There is also wisdom here, for instance when Emily Lulua Ekks says, “Don’t keep going to places you don’t belong. Doing that isn’t good for you. Stay close to home and teach your children the proper way to live.”
Woven into the stories Sage documents a semi-nomadic, self-sufficient people being forced onto reserves and built communities and their children taken to the now familiar residential schools. There is forgiveness when Nuxalk Chief Councillor Archie Pootlass, speaking at the final blessing of the Bella Coola Emmanuel United Church, says, “I have a lot of painful memories from attending school. Now it is time for me to forgive the United Church for managing and administering that Facility.”
If I can find a fault with this fine book it rests with editorial decisions. The book, and the stories themselves, suffer from the lack of a map or, preferably, maps. If you have bounced around the Cariboo Chilcotin for as many years as I have, you will know where Anahim, Bella Coola, the Dean River, Towdystan, and Redstone are. But it takes a local to understand Borland Meadow, Bidwell, Cless Pocket Ranch, the route of the Nuxalk-Daketh Grease Trail, Henry’s Crossing, Stuie, and others.
Birchwater’s stories draw us in, and we want to grab a map and follow the seasonal migrations of so many rich characters. The language and telling is overflowing and a map would have helped situate this regional abundance.
Talking to the Storykeepers is filled with photos and, while one could argue with the layout and quality of some, they serve to help tell the stories in a visual sense.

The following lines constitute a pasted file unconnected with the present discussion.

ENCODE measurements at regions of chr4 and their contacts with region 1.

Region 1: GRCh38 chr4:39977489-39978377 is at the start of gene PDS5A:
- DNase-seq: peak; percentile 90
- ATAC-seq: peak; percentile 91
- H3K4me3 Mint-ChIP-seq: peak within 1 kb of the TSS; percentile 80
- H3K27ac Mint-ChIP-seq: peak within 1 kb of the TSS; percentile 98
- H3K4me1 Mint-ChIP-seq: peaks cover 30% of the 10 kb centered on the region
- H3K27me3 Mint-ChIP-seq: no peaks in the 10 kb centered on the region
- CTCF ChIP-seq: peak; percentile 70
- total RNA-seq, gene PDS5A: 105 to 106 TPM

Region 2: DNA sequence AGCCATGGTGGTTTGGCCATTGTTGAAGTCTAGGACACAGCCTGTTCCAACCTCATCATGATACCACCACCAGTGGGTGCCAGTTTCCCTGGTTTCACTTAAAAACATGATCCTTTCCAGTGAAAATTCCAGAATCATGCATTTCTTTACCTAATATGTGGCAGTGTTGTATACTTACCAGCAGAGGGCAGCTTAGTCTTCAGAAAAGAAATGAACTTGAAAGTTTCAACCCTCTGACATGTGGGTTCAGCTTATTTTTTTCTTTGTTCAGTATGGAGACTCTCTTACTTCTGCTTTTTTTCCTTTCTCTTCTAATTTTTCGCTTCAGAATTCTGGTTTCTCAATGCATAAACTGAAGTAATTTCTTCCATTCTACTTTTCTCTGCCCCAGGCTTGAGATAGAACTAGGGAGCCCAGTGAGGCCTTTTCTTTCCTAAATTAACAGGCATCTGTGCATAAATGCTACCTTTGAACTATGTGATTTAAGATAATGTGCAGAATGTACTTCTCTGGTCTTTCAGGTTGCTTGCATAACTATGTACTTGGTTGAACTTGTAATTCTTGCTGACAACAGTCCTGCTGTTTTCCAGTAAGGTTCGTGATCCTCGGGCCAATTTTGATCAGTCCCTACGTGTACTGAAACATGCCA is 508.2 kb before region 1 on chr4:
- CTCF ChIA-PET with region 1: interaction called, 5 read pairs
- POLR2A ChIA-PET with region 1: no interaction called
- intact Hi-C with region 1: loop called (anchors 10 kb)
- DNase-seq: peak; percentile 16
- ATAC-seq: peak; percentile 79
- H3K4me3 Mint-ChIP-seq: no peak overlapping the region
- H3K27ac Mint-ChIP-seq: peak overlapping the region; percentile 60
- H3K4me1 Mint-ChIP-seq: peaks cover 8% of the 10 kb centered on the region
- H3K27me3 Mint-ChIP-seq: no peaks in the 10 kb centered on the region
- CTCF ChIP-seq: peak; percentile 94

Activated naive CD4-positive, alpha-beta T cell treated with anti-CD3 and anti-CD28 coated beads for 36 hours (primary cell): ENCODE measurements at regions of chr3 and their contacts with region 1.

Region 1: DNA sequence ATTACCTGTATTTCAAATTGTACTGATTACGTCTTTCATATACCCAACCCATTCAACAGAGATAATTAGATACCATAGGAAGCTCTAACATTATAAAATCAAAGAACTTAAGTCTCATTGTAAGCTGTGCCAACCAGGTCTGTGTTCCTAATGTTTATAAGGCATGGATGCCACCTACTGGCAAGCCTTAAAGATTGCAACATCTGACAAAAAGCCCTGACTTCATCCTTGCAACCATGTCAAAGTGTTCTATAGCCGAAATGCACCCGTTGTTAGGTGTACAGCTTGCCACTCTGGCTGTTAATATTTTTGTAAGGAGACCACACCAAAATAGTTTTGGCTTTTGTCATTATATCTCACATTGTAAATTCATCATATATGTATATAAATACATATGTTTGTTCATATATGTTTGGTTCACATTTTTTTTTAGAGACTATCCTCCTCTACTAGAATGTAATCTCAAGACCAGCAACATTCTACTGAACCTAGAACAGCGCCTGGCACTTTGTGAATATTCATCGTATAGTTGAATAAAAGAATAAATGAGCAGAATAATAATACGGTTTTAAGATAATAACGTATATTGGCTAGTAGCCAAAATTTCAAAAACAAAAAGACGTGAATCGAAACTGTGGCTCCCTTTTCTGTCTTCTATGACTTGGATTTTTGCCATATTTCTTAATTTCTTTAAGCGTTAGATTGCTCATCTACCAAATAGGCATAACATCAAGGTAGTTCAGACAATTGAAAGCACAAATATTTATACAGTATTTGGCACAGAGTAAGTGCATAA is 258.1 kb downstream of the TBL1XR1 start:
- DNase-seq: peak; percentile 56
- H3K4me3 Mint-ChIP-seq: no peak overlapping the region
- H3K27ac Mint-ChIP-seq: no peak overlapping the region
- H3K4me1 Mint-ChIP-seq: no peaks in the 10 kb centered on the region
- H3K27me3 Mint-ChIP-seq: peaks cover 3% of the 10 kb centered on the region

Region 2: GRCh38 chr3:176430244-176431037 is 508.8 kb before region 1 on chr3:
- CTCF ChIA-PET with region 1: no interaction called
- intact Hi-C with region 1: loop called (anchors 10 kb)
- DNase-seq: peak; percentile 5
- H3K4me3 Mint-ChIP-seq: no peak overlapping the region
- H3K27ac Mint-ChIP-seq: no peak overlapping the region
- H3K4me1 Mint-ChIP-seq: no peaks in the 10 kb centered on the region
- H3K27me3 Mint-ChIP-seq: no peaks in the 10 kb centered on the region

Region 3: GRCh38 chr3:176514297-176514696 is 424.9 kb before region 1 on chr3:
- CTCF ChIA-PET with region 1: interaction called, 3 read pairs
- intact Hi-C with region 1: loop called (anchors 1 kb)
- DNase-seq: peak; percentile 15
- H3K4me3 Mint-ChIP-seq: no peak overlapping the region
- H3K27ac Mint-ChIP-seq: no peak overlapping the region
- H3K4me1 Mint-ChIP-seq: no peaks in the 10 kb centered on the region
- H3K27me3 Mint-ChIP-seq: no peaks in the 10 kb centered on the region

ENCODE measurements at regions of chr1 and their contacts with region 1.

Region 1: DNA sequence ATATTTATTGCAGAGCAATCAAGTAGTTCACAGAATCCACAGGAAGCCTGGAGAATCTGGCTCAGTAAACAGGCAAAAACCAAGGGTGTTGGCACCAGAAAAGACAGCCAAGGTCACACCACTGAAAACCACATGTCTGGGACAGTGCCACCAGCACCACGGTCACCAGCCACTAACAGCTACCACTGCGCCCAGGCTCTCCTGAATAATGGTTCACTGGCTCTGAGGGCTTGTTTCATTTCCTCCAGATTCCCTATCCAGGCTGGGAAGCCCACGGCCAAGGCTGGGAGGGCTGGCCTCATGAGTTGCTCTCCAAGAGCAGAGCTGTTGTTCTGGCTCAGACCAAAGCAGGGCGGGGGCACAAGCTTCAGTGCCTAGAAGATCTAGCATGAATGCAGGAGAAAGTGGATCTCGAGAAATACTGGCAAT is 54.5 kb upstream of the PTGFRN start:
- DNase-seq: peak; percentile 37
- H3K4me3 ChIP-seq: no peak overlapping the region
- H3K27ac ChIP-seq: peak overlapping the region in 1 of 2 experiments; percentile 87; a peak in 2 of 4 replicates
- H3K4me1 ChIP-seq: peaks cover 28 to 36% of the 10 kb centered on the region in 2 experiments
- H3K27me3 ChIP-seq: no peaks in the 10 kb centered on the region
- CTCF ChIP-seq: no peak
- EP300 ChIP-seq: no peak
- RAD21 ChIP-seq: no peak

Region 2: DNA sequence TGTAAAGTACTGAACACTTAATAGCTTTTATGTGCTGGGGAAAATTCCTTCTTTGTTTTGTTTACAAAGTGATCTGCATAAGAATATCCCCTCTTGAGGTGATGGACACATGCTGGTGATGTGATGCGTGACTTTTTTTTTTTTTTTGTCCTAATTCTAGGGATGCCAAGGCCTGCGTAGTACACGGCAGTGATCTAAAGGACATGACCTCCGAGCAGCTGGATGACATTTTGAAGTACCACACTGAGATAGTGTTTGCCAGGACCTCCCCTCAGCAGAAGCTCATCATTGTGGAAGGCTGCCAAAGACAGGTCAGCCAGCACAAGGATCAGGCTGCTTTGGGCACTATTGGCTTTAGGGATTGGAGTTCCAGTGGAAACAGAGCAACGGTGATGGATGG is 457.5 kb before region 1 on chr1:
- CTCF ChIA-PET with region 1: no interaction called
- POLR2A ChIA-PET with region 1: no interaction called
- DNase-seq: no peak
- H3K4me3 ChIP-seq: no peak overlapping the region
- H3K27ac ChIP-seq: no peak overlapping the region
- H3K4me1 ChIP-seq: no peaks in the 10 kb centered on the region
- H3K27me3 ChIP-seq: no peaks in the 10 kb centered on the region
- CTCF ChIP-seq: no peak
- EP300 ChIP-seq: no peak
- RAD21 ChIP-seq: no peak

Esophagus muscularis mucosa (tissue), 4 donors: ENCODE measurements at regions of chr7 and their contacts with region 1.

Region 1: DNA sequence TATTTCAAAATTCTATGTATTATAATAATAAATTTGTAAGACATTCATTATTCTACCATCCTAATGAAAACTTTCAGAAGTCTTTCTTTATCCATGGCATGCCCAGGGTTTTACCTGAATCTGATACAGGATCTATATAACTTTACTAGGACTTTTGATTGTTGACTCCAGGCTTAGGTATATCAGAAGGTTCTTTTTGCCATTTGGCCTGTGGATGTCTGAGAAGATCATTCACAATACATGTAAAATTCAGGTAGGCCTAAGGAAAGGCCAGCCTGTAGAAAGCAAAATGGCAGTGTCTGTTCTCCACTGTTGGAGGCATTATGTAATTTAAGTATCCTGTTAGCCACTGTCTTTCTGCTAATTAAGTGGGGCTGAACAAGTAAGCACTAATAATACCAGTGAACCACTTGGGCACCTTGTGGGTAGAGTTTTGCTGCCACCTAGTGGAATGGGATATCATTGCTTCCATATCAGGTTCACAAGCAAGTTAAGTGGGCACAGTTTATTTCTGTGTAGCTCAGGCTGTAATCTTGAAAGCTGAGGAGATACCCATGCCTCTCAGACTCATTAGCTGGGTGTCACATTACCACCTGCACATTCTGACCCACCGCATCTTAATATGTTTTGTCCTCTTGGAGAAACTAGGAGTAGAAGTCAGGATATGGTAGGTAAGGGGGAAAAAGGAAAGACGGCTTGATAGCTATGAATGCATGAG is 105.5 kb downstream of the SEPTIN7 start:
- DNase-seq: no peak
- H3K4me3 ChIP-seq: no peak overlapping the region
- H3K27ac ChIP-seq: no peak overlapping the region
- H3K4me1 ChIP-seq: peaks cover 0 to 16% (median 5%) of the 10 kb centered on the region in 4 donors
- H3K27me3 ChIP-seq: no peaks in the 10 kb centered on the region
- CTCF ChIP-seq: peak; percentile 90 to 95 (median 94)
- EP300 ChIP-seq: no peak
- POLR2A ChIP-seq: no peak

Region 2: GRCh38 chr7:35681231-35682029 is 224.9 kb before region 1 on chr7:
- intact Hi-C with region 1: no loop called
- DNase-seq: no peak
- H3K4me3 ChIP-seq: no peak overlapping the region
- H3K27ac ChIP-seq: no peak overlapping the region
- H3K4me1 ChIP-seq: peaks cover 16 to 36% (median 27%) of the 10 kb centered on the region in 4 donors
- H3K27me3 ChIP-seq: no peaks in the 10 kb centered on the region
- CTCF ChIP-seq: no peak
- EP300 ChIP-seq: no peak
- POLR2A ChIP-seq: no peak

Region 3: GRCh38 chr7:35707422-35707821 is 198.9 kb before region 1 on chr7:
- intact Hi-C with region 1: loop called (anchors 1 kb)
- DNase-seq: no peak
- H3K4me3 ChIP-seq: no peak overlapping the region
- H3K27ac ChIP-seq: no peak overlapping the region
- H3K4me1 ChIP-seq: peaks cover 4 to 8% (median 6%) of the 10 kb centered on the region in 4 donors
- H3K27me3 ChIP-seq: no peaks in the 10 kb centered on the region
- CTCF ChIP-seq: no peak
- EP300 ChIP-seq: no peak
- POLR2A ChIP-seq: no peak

These are the stories heard in Cariboo Chilcotin cafes and corrals, stories that drift through the trees and across hay meadows like smoke from ancient campfires. Sage Birchwater deftly fans those story embers to life, bringing warmth and light to a new generation. These are stories that ought not die.
Richard Thomas Wright is a British Columbian environmental and history writer and photographer, a playwright and filmmaker. He has written 22 books, a dozen plays and produced some 40 films. With a particular interest in the BC goldrush, Wright’s Barkerville and the Cariboo Goldfields (Heritage House) is now in its 5th edition (2013). He is also author of The Overlanders (1985), a study of the gold seekers who travelled the land route to the gold fields. As a revisionist historian he produced two treks with camels, deconstructing the “Cariboo Camel” myth for segments on National Geographic Today and On The Road, CBC, and has collected BC folksongs for two music CDs. In 2004 he and partner Amy Newman contracted to run the Theatre Royal in Barkerville, where he produced, directed, and wrote ten plays including The Unquiet Grave, Westering Man, and Diller’s Luck. During this time he and Newman began the Bonepicker.ca project, a film series on Vimeo that “picks at the bones of history.” Several of his films have won international awards. In 2019 Newman and Wright left Barkerville and the Theatre Royal for other projects. Wright is a consultant on “art in heritage” issues and leads the Cariboo Waggon Road Restoration Project for the New Pathways to Gold Society. See his work also at Winter Quarters Productions.
The British Columbia Review
Publisher and Editor: Richard Mackie
Formerly The Ormsby Review, The British Columbia Review is an on-line book review and journal service for BC writers and readers. The Advisory Board consists of Jean Barman, Wade Davis, Robin Fisher, Barry Gough, Hugh Johnston, Kathy Mezei, Patricia Roy, Maria Tippett, and Graeme Wynn. Provincial Government Patron (since September 2018): Creative BC. Honorary Patron: Yosef Wosk. Scholarly Patron: SFU Graduate Liberal Studies.
“Only connect.” – E.M. Forster